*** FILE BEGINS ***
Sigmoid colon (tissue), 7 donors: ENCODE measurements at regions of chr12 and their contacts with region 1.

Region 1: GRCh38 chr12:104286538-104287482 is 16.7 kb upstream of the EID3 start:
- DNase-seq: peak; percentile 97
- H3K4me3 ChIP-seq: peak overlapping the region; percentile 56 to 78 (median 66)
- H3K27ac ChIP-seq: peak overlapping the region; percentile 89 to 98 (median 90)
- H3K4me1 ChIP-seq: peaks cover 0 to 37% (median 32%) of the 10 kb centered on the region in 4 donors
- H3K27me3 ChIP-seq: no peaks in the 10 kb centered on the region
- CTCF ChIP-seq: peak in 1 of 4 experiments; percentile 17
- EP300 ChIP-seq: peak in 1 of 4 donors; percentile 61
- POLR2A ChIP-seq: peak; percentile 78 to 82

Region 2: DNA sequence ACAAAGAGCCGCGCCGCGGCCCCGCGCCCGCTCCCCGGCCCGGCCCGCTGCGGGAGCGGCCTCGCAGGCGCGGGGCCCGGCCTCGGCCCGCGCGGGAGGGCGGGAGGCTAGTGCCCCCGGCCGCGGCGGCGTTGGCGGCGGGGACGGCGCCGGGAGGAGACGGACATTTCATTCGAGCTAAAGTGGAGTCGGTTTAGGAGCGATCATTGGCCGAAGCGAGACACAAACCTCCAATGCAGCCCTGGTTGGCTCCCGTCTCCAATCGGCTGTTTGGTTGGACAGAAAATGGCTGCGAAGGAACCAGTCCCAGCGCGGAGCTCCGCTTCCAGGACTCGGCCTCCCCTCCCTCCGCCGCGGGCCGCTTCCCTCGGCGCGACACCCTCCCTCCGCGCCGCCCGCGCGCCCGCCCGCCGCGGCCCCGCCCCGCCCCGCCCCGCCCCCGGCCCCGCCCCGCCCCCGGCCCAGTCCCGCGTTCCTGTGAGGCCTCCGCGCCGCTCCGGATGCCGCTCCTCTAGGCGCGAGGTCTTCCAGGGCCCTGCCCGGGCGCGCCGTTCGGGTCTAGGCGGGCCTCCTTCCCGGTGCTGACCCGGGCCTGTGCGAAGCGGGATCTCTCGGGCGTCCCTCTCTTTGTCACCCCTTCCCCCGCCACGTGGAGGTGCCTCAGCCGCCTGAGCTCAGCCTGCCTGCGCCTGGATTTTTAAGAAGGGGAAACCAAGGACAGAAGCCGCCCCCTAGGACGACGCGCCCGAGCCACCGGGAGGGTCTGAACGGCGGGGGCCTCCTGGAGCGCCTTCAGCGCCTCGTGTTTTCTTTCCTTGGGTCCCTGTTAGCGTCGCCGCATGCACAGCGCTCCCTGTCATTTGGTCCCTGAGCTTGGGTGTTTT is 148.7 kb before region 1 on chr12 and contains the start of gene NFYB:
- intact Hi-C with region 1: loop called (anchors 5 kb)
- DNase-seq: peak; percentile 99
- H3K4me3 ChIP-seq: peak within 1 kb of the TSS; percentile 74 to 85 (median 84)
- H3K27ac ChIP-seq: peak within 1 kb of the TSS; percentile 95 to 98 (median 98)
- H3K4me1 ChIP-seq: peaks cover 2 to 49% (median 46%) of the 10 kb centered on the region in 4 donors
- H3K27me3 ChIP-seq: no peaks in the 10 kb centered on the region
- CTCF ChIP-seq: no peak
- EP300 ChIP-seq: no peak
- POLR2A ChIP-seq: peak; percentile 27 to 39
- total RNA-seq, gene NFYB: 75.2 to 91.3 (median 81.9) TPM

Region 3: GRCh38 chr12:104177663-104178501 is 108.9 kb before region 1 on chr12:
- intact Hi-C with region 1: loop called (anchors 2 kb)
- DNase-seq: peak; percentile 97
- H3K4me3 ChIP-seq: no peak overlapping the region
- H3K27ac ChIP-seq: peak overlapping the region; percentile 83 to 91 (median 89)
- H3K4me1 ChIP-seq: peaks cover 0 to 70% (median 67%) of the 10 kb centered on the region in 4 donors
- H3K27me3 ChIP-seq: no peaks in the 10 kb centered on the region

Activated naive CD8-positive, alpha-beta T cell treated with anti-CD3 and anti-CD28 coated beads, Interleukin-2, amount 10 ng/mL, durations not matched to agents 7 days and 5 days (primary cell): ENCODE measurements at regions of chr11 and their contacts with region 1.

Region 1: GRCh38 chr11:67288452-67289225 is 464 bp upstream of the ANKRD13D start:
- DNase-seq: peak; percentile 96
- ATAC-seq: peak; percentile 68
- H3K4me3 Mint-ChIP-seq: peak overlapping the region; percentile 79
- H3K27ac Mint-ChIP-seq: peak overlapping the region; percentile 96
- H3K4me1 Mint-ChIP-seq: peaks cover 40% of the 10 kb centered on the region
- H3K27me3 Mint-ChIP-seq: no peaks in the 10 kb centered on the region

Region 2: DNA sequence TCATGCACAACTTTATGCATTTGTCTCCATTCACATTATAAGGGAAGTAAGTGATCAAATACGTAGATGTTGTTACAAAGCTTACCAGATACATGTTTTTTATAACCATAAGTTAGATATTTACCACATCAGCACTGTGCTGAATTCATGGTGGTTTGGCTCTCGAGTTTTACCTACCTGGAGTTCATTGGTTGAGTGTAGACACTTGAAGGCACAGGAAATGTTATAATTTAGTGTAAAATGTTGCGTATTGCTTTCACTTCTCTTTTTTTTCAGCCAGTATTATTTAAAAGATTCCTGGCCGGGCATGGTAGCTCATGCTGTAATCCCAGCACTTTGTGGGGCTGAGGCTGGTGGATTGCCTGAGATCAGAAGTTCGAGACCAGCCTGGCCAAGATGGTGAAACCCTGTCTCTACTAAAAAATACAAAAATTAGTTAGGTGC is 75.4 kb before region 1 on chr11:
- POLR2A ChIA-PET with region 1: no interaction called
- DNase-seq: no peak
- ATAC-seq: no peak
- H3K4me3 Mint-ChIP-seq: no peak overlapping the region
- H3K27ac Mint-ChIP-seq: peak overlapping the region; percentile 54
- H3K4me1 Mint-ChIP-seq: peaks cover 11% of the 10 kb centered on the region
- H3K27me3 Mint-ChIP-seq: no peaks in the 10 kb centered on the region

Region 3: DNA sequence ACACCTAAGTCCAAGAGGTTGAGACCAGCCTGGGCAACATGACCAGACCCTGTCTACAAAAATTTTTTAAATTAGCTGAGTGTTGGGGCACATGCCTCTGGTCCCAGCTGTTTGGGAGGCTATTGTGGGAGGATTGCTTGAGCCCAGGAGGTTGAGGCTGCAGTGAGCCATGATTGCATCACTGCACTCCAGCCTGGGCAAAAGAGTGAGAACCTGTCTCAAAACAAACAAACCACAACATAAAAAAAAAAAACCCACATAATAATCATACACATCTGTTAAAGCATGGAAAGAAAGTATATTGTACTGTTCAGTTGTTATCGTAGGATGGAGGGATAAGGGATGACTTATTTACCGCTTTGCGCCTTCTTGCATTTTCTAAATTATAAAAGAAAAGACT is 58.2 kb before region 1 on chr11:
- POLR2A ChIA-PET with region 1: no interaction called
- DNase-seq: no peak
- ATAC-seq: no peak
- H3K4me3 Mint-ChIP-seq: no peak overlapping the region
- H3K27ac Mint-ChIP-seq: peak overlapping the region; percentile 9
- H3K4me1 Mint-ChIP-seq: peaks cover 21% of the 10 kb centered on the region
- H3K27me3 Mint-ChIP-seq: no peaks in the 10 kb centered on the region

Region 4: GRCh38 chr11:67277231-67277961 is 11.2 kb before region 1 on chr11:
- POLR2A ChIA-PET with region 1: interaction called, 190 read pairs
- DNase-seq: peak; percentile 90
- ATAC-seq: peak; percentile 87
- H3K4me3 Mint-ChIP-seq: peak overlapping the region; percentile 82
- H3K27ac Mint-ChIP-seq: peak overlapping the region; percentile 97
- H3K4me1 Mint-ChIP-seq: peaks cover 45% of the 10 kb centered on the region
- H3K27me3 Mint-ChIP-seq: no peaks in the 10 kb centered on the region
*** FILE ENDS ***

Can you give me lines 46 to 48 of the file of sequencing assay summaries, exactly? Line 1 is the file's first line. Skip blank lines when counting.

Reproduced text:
- POLR2A ChIA-PET with region 1: no interaction called
- DNase-seq: no peak
- ATAC-seq: no peak